Wednesday, March 11, 2009

Systemic crisis of failed management

Paul Fitzgerald, a former health advisor for the New South Wales Government, writes in The Australian newspaper that the Australian health sector is suffering from a systemic failure of management.

Paul's argument is that the delivery of health services is mismanaged due to non-clinical managers with a focus on financial management having control of hospitals, rather than clinicians themselves having management control. Paul also argues that poor management leads to higher turnover of all staff, the best leaving the industry, mediocre performance by those remaining and in Paul's, opinion, low standards of health care for the consumer.

Paul makes a number of other arguments in his article related to the efficiencies of health service delivery however I wish to focus on the management aspects. The first realiy of public health in Australia and New Zealand is that every manager must learn to deliver a service within budget and political constraints. Having to achieve this is not the cause of poor management. Managers are people and they work with people. They are ineffective as managers when they make poor decisions about people without regard for the people they work with.

Yes public health providers are professional bureaucracies, as are all Government funded organisations, and yes bureaucracies have their share of poor performers, as do organisations in the private sector. The challenge for management is to achieve the best from each person within the resources avaialable. Highly effective managers do make a career choice, they do seek to engage in management practice and as such they make a commitment to manage effectively.

It is erroneous to assume good clinicians will also be effective managers of people. They may be able to identify supply and demand and they may be able to adjust service delivery to meet demand yet if they fail to manage and develop the people that work for them then the outcome will remain the same.

The funding challenge for the public health sector is two-fold; firstly to adequately fund clinicians, equipment and facilities and secondly to adequately fund the development of management. Effective managers, clinicians or otherwise, with a good understanding of health processes, a well developed ability to get the best from people, an understanding of patient needs and the ability to manage within financial constraints are the key to high quality health care delivery at the lowest cost.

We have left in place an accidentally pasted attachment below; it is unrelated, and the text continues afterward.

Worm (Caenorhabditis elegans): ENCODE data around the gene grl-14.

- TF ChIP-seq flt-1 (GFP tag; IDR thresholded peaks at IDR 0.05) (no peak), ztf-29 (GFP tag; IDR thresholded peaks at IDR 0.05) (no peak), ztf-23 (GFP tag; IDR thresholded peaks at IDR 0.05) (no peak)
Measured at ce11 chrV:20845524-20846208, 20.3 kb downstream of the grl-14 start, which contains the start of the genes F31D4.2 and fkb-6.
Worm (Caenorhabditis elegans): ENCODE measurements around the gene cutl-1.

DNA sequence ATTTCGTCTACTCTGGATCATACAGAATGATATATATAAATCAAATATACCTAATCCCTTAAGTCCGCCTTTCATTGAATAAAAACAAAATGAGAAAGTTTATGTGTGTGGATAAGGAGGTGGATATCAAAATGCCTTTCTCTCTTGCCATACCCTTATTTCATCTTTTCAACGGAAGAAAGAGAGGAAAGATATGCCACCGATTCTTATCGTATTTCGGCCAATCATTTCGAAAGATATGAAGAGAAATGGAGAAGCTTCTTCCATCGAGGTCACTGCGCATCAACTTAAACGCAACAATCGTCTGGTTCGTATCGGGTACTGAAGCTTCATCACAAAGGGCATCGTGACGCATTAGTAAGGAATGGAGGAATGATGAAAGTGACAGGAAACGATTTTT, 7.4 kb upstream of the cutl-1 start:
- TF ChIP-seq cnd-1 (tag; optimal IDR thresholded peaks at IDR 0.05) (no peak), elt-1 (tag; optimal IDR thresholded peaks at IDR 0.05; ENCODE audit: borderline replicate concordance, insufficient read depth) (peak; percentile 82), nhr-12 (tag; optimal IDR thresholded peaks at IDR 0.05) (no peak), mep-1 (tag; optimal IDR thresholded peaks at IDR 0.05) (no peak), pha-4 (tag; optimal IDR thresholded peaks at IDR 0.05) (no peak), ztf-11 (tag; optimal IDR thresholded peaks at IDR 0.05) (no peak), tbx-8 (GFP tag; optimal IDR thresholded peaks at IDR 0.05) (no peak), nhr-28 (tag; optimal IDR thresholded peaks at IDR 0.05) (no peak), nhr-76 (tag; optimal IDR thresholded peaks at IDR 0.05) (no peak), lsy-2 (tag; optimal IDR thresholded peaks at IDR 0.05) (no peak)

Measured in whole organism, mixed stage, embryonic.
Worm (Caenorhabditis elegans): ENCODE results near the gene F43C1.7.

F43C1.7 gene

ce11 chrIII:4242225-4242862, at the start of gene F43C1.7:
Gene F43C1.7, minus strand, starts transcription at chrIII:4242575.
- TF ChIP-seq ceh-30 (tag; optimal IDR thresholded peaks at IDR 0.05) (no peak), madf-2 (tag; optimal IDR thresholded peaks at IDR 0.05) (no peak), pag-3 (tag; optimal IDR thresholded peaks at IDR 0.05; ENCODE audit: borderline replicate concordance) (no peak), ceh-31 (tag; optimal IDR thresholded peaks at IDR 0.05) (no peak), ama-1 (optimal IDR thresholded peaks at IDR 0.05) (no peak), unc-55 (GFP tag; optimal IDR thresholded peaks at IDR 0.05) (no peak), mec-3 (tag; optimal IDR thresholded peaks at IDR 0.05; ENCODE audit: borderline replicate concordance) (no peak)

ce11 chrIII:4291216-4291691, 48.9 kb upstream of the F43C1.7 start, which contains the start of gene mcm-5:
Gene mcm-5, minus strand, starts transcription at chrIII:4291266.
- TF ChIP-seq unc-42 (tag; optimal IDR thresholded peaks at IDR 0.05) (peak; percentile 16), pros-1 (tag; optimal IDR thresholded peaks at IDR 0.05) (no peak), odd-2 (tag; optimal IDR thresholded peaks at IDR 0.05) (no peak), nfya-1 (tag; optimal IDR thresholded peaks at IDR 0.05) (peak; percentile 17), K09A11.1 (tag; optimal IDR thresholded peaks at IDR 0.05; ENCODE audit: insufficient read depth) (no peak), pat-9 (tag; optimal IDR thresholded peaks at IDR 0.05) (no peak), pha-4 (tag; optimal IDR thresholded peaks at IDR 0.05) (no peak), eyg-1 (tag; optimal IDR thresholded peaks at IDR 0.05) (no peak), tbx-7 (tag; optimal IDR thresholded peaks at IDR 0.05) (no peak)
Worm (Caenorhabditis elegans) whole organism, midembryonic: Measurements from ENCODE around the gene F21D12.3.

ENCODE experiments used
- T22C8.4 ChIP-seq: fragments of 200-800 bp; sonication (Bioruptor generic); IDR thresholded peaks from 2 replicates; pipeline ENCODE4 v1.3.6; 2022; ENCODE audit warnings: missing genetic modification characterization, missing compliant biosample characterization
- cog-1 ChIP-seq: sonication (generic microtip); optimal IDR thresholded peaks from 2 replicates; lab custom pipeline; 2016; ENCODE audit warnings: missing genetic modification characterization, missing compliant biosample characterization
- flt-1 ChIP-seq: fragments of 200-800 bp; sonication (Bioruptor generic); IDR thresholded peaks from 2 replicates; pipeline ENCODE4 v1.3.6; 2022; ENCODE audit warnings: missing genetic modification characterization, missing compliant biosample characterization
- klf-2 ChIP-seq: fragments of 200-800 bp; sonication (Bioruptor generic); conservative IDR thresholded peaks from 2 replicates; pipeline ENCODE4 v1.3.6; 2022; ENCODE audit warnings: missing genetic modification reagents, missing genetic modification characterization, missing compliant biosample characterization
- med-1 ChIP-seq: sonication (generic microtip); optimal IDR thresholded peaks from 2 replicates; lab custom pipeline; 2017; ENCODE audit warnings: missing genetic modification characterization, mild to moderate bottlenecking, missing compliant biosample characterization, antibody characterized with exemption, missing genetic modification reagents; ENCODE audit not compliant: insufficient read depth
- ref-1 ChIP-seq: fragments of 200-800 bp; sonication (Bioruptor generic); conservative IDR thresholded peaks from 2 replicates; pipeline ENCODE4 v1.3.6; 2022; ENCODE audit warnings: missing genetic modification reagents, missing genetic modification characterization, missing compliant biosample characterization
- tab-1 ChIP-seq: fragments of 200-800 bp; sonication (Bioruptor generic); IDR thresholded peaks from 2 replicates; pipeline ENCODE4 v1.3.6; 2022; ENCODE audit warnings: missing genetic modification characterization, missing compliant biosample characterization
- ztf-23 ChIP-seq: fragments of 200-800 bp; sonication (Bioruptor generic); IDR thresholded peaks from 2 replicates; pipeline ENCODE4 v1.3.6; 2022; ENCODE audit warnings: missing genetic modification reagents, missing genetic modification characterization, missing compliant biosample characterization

Research conducted in the USA from 2002-07 amongst 200,000 people from 500 health service providers, and published in a white paper by Success Profiles, titled Organisational Culture and Performance in Healthcare Organisations, clearly illustrated the relationship between effective management practices and operational efficiencies. The message was clear, develop your management capacity and capabilities. Develop the ability of your managers to lead and develop people. Hire the right people with the right skills to do the right job.

Let The Journey Continue
John Coxon

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Andrew said...

Hi John,
What I'm reading in your definition of undeveloped management competency is actually undeveloped leadership competency. Clinicians are often exceptional (project, program, etc) managers, but lack as (human, organizational) leaders.

Kotter describes the difference between leaders and managers well in Leading Change.

Leadership is in great need here in North America as well. An understanding of living systems should provide healthcare professionals with a head start in understanding organizations and leading amidst complexity. Providing the resources necessary is the challenge.

If the resources exist, is time and $ invested in putting them in the leader's hands?

JC said...

Andrew, thanks for your input into this discussion, good to hear from you. I agree with you in that it is undeveloped leadership.

I believe the missing element is the ability to operate together in a truly collaborative manner - for the better of the entire organisation.

Collaboration starts with conversation, with sharing of information and with a common understanding of issues.

If we envisage a tree growing in a forest, first you have the soil, where seeds (ideas) are found. Through a series of events germination takes place. Then a root system is formed (team) for the purposes of extracting nutrients and providing support. A trunk forms, providing strength, direction and a framework (processes). The sun shines, foliage forms and flowers blossom. Birds (us people) extract sustainance, pollinate and drop seeds back into the soil. It is a cyclical, holistic and symbiotic process, whereby should one part of the organisation fail then the entire system is doomed. (

In the Tipu Ake model, leadership is shared, drawing upon the strengths of all those in the organisation.

Let The Journey Continue
John Coxon